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End-user Industries

Water Infrastructure: Show Us the Money

arra_sealThe federal government’s vigorous attempts to get the economy moving are producing gushers of money for water projects of all types. The American Recovery Reinvestment Act of 2009 allocates large amounts to water infrastructure, but it’s far from the only source: There’s the Water Quality Investment Act of 2009, changes to the tax law to allow more money for private activity bonds for water projects, and a good number of other water-related bills. Add to that a long list of earmarks sending money to legislators’ home districts and you have a lot of money. The trick is to ferret it out. In this article, we’ll try to bring things up to date on what's been happening legislatively with the water infrastructure.


Exploring Clean Coal Technology, Part 2

clean_coalIn part 1 of our 2-part series on clean coal, we discussed the history of, and the methods behind, various clean coal technologies, and we noted some of the earliest demonstration projects and reported on how they fared.

Exploring Clean Coal Technology, Part 1

clean_coalCoal has been considered a dirty fuel for a long time. It caused the famous 19th century London fogs, and it killed 19 people in Donora, PA in 1948 when a temperature inversion trapped smoke from the surrounding steel mills against the ground. The latter incident helped to get pollution control regulations off the ground, even though there had been sporadic attempts as far back as 1306.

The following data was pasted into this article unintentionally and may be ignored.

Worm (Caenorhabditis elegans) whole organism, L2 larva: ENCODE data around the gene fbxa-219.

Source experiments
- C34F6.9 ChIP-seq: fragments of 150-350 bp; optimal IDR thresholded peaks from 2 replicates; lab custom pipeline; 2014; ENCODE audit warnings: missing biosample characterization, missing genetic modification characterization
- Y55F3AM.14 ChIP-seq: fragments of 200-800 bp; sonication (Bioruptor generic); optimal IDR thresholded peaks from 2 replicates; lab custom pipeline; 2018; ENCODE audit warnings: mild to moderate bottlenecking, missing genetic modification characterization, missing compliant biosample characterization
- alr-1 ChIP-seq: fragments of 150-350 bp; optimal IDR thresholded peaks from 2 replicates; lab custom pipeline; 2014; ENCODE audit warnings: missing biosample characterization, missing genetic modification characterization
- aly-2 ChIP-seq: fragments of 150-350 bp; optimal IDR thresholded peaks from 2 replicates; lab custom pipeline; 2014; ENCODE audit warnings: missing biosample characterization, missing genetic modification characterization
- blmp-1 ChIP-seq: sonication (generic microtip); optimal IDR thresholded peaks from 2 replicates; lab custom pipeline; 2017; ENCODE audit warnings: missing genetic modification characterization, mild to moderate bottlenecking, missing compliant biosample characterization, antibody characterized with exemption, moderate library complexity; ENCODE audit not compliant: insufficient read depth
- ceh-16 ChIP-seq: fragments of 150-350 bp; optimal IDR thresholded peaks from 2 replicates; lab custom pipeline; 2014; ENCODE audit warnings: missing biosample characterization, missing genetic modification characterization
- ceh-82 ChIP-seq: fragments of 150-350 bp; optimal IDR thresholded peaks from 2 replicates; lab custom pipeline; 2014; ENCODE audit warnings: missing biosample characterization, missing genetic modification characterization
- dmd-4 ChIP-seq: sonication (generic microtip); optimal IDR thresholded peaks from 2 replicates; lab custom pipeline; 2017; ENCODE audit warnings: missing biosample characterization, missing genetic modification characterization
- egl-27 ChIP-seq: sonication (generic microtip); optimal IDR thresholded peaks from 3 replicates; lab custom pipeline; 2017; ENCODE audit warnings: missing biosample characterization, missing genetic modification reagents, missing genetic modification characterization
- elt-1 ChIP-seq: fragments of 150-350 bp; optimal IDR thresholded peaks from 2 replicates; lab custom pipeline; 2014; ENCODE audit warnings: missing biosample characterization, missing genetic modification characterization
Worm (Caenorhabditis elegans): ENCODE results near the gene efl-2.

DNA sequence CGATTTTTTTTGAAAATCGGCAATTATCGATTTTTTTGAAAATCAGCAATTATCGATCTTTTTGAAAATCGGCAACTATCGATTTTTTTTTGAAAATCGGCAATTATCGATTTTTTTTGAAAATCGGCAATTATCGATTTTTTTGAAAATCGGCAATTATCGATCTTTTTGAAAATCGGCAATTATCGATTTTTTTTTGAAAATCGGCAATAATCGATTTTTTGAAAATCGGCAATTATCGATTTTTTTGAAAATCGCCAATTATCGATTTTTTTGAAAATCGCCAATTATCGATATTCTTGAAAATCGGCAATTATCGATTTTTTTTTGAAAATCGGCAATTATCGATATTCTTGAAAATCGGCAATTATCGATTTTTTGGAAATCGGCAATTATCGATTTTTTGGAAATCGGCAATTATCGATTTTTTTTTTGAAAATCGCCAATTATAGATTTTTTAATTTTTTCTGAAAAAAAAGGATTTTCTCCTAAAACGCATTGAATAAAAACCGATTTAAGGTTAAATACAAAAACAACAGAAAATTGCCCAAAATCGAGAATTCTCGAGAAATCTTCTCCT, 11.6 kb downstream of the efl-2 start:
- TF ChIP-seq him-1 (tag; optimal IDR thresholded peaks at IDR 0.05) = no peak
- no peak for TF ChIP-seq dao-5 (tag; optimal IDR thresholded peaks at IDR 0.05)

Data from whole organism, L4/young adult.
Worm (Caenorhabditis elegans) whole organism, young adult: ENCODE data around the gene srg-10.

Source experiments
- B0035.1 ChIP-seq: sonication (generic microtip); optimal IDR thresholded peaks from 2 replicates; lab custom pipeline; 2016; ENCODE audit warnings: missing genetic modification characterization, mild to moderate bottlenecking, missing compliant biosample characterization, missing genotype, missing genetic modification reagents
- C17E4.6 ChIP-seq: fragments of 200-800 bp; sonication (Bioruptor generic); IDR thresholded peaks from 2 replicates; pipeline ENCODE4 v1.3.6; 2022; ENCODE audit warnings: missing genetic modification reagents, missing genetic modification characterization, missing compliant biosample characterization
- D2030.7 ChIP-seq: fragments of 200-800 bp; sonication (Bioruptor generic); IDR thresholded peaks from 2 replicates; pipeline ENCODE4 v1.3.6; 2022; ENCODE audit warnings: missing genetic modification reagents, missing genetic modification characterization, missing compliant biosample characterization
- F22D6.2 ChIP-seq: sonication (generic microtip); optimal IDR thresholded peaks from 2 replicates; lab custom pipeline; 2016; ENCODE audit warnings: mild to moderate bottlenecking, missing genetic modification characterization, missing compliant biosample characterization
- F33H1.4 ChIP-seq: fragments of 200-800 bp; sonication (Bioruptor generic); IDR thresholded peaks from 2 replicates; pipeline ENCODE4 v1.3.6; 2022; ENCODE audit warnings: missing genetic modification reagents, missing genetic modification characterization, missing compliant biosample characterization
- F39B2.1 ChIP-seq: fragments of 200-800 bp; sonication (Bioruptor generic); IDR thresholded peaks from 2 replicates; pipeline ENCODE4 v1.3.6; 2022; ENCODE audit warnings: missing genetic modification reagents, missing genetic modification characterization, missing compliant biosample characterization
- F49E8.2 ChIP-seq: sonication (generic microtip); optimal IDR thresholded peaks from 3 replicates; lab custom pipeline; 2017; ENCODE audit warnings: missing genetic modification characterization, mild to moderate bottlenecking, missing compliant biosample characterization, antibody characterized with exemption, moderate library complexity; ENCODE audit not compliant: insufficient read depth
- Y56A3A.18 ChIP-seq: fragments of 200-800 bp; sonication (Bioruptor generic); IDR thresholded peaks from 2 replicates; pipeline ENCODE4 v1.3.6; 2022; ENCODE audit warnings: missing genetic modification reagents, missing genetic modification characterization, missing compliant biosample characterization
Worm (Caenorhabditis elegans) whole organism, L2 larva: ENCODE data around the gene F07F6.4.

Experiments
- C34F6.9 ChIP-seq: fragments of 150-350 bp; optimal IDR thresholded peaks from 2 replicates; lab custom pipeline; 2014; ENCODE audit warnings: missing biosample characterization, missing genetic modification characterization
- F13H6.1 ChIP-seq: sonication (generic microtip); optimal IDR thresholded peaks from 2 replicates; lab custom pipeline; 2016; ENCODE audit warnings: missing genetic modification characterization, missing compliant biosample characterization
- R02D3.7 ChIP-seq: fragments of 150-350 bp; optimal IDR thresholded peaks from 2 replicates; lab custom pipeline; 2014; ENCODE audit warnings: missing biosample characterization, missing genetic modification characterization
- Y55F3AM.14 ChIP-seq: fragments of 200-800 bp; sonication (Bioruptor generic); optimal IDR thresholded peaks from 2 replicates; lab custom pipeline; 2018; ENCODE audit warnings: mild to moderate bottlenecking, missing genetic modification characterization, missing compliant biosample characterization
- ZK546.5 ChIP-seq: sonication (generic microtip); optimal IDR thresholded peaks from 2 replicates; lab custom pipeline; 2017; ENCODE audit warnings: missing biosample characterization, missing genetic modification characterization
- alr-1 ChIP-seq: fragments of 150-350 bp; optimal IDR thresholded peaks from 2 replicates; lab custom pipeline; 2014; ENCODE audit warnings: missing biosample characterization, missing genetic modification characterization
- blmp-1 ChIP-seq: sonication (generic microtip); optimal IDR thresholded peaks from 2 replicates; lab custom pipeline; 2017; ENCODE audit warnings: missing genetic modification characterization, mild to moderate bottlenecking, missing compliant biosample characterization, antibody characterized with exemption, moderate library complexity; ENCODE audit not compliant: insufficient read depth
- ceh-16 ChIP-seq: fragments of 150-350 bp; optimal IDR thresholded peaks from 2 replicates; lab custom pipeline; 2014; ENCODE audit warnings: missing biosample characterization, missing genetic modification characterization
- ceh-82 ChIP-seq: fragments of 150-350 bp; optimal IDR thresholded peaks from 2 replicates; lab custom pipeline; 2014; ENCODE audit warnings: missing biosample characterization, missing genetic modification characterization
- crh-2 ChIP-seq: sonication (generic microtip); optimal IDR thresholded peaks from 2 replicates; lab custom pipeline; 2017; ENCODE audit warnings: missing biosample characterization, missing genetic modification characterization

Green Stands for $$

emissionsSome states — California, in particular — are imposing ever-more-severe restrictions on emissions of everything from carbon dioxide to diesel particulates, and the costs to industry promise to be high. And we can expect new federal regulations along the same lines over the next few years. But companies can do more than just stand there and take it like a mule in a hailstorm. We can look for new opportunities, and several areas look promising:

Investing in Water Infrastructure: Good for the Economy

The water infrastructure in the United States is aging and in dire need of repair and replacement, yet despite the enormous size and scope of this problem, little has been by Congress to allocate funding to keep our water and sewage systems functional. But a number of organizations are presenting the alarming facts behind the aging infrastructure to Congress—and to the American public.

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